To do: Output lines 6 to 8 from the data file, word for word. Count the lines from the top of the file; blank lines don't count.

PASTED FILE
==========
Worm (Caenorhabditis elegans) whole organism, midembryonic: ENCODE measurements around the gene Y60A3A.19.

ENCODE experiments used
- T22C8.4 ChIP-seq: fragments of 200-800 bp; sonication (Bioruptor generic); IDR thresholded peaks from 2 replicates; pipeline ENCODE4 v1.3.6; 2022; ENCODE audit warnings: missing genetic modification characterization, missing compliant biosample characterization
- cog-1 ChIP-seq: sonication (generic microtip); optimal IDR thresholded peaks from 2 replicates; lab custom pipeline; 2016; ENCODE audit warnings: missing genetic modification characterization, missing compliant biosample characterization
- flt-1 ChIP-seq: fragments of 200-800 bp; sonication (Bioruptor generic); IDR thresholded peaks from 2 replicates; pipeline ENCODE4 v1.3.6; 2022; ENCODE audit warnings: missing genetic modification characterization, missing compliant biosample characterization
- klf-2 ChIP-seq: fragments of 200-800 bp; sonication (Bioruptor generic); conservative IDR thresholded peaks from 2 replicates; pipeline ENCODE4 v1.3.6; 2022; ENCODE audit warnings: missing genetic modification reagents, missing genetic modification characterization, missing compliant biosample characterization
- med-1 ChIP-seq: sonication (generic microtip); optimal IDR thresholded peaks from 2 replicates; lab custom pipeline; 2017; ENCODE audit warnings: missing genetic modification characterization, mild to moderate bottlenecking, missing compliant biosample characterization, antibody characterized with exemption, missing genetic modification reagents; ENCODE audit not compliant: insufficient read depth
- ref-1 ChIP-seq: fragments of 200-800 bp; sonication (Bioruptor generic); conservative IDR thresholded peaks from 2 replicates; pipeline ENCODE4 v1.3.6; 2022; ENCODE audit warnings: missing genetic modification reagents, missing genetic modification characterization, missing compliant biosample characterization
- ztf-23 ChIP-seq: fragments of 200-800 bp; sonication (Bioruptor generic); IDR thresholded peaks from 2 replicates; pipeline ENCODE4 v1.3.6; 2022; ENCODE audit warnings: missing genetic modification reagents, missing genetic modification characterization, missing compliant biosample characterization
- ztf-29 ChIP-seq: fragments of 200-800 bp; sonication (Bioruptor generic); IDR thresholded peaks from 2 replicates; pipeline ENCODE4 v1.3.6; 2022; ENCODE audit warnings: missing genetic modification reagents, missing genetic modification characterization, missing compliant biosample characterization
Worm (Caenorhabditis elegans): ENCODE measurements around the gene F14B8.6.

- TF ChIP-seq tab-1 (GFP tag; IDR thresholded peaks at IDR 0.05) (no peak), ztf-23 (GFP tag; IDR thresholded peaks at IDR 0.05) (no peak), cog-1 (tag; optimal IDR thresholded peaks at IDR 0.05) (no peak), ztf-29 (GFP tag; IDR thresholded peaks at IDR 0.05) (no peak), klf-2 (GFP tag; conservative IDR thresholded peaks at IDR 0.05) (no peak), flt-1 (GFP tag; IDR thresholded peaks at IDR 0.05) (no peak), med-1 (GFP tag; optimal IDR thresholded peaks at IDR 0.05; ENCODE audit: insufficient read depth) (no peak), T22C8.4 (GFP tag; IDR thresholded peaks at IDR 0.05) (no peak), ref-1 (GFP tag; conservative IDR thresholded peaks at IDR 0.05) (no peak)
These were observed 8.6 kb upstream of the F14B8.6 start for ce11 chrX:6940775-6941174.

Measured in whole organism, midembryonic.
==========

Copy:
- klf-2 ChIP-seq: fragments of 200-800 bp; sonication (Bioruptor generic); conservative IDR thresholded peaks from 2 replicates; pipeline ENCODE4 v1.3.6; 2022; ENCODE audit warnings: missing genetic modification reagents, missing genetic modification characterization, missing compliant biosample characterization
- med-1 ChIP-seq: sonication (generic microtip); optimal IDR thresholded peaks from 2 replicates; lab custom pipeline; 2017; ENCODE audit warnings: missing genetic modification characterization, mild to moderate bottlenecking, missing compliant biosample characterization, antibody characterized with exemption, missing genetic modification reagents; ENCODE audit not compliant: insufficient read depth
- ref-1 ChIP-seq: fragments of 200-800 bp; sonication (Bioruptor generic); conservative IDR thresholded peaks from 2 replicates; pipeline ENCODE4 v1.3.6; 2022; ENCODE audit warnings: missing genetic modification reagents, missing genetic modification characterization, missing compliant biosample characterization